Subsidies to Coal and Renewable Energy in China
The cost to society of coal use includes the financial cost of providing subsidies to the coal industry in addition to the cost of externalities. Coal and Renewables in China explores the cost of coal in terms of subsidies and externalities and discusses the extent to which coal subsidies act as a barrier to the development of renewable energy. It finds that China is supporting the coal industry through the provision of billions of dollars’ worth of subsidies to consumers and producers. In addition to the financial cost, these subsidies increase the consumption of coal, producing externalities including air pollution and greenhouse gas emissions.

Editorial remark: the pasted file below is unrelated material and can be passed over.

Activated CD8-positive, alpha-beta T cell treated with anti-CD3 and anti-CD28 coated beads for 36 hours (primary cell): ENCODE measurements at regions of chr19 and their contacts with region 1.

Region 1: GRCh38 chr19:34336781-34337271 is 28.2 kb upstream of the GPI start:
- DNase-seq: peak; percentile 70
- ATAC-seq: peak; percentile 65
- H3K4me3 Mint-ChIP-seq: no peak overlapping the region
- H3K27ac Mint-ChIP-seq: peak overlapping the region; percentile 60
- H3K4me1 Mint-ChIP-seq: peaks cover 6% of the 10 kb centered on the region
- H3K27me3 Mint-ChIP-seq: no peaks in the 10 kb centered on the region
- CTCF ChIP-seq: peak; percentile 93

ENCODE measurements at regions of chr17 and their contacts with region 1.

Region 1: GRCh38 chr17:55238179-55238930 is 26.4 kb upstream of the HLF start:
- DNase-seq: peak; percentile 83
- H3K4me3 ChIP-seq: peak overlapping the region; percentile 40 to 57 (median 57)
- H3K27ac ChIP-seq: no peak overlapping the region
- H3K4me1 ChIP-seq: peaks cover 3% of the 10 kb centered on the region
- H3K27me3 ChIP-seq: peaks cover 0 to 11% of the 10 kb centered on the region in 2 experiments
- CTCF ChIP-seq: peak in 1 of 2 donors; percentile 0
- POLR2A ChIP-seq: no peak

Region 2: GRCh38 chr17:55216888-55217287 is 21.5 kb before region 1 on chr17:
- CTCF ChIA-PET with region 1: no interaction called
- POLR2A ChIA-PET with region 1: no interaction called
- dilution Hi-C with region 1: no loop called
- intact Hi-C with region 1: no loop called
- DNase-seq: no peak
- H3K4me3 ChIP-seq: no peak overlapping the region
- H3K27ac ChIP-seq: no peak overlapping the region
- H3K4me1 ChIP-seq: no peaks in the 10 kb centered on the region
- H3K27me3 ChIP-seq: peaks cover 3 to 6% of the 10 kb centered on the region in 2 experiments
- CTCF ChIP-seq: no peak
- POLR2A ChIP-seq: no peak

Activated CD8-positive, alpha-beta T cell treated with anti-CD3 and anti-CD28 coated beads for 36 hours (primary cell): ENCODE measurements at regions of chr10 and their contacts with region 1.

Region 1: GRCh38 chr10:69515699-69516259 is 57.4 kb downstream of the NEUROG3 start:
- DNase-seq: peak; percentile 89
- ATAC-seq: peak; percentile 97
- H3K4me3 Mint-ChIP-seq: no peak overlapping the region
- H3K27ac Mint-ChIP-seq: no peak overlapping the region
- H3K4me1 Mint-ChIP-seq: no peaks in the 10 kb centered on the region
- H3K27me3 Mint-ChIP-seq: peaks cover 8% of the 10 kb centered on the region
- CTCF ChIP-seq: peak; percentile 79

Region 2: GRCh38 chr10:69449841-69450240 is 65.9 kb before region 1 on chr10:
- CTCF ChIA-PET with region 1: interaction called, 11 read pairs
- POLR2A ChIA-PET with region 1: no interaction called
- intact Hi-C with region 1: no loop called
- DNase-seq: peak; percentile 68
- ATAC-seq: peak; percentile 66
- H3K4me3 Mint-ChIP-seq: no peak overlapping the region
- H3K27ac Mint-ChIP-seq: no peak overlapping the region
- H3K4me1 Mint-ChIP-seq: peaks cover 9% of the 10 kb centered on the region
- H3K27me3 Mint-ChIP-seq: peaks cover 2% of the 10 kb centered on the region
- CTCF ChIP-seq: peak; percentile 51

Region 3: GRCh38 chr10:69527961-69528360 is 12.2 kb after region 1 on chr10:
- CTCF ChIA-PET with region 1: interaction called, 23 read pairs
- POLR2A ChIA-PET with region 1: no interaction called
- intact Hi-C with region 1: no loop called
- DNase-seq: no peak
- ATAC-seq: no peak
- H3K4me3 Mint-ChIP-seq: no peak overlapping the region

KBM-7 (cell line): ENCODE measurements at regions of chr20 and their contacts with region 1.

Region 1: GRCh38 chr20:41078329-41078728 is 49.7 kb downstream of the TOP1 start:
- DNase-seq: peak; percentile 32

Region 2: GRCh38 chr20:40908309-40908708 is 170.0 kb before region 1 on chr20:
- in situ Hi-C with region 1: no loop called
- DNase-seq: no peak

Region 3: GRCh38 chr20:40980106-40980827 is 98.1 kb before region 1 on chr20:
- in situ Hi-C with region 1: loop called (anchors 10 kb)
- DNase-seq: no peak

Subsidies to Coal Production in China provides the accompanying detailed inventory of coal subsidies, identifying an estimated CNY 35.7 billion (USD 5.8 billion) in 2013. A further subsidy in the form of credit support was estimated to be between CNY 3.5 and 35.7 billion (USD 0.57 billion and USD 5.8 billion). The major subsidies include tax relief, investment in assets, compensation for mine closures and direct payments. The report finds that more transparency is needed to aid the process of subsidy reform in line with the government policy to reduce coal consumption.